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Many Possibilities: 1934 Ford Three-Window Coupe

Although this 1934 Ford three-window coupe project here on eBay in Owatonna, Minnesota is in overall good condition, with plenty of recent work to make it even better, the chances are it’s going to end up chopped and channeled, turned into a hot rod or resto-mod. But if the Concours scene is your thing, it could go there too. The starting bid is $36,000.

Although the 1932 is more iconic, this 1934 has a lot going for it, including a very stylish design. The owner confirms that the body is good (self-evident from the photos) but also that the rolling chassis is in fine order. Someone has built new wooden bases for the seats, and all the interior wood—including the framing for the headliner—is “in nice shape.” The doors open and close well. There’s evidence of welding where needed. The floor pans are solid, front and rear.

The engine and transmission are absent (supporting the hot rod intentions), and some parts are off the car. There is new glass and glass channels and a header panel. The front and rear suspension are stock, and the grille shell is the uncrumpled original. There’s a rumble seat!

Classic.com cites $40,433 as the average price paid recently for a 1934 Ford Model 18/40. Obviously, those are running, driving cars. This one requires parts and a lot of labor. The paint is a 30-footer, but it’s mottled up close.

Let’s roll back the hands of time. Bonnie and Clyde were killed in a new four-door 1934 Ford V-8 sedan. The handsome 1934 three-window coupe was originally marketed as ideal for the woman motorist. Assuming there was a V-8 engine under that hood, it was a Model 40, with its pushrod engine producing 85 horsepower through the use of a two-barrel Stromberg carburetor. The V-8 could also be had in a five-window coupe, a two-door roadster and a two-door cabriolet.

Changes from the 1932 included a flatter grille with wider surround, straight hood louvers, double handles on either side of the hood, and smaller headlights. The standard three-door coupe was deleted, so the one on offer must be a Deluxe, with pinstriping, chromed horns, double backlights, and fancier wood graining inside. The original four-wheel mechanical brakes probably made stopping a plan-ahead process. Calls to Willwood are probably in the offing.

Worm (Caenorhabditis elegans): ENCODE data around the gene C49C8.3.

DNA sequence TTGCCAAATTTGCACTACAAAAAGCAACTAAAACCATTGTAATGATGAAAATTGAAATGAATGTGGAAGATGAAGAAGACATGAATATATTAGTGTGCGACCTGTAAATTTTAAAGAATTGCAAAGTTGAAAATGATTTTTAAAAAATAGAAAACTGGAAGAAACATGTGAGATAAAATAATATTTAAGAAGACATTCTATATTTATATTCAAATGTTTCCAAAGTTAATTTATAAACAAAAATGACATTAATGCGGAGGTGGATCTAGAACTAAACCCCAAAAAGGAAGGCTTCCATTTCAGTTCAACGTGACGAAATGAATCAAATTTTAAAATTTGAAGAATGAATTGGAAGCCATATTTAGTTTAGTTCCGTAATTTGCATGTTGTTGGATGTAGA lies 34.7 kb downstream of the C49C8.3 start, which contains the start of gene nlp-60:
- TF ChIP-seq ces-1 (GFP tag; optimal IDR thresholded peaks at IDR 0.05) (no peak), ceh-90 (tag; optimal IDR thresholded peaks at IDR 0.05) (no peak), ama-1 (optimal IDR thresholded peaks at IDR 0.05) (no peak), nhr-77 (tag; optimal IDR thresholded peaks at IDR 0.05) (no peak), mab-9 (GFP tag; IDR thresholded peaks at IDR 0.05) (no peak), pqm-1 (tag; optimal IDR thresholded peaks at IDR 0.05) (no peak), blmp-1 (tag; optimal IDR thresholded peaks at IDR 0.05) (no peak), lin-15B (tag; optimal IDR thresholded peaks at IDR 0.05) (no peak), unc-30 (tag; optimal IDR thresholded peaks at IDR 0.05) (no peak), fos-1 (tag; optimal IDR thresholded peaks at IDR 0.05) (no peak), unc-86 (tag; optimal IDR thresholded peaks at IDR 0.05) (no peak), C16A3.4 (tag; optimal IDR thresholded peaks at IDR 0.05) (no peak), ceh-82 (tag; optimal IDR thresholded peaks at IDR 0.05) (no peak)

An enthusiast from Plymouth Bulletin drove one of these ’34 Fords recently and had this impression: “Handling is quick and the ride is typical ‘early buggy.’ Though the suspension shines on the back roads upon which the car was used when new, it really shows today how antiquated the Ford design was in comparison to the other two cars. The Ford instrument panel is directly in front of the driver, but, unbelievable as it may seem, the car is fitted with neither an oil pressure nor an engine temperature gauge!”

It seems likely that this Ford will go to a good home if someone coughs up the $36,000 opening bid—no guarantee of that. What would you do with it?


  1. Avatar photo geomechs Member

    If this one came to my place it would most definitely be treated to a flatty. A Flathead has got all the power I’d ever need to roll this around. I’ve got an engine from a ’36 that would be just fine in that bay. With a Stromberg 48 carburetor it would be almost identical to the say Henry built it.The sad part about this one is that it will more likely than not receive an SBC, and become another bellybutton car to be parked in a lineup at the show’n’shine where people will walk right past it to look at the original rough restoration off in the corner…

    Like 29
    • Avatar photo RKS

      Maybe you should actually put your engine in something and drive out to a show n shine. Too many people griping about drivetrain choices in other peoples rides when they don’t have one of their own. I guarantee you if I built this car it would get a SBC (not a 350) and nobody would walk past it. Even if they did, that’s not what I’m there for anyway…

      Like 4
      • Avatar photo grant

        Then what are you there for? Not much point to a car show if nobody’s looking.

        Like 3
      • Avatar photo geomechs Member

        Hey there, not so quick with the tar and feathers! I DO have my own rides and I DO take them to the show and shines. Mine’s the one parked in the corner, in the shade. And lots of people come and look at it. And it’s bone stock. I’ve got nothing against someone putting an SBC in one; I’m just saying that I wouldn’t do it. I’ve got many friends who run SBCs in Fords (one in a Dodge) and they’re just as welcome at my place as any of the purists. I might add that some of them have commented on the lack of interest in their rides…

        Like 10
      • Avatar photo Harold Flemming

        Yes every body would look at it and admire it But if your chevy engines are so good why dont you put them in a Chevy. Yes i drive a modified 51 chevy p/u

        Like 0
    • Avatar photo Randy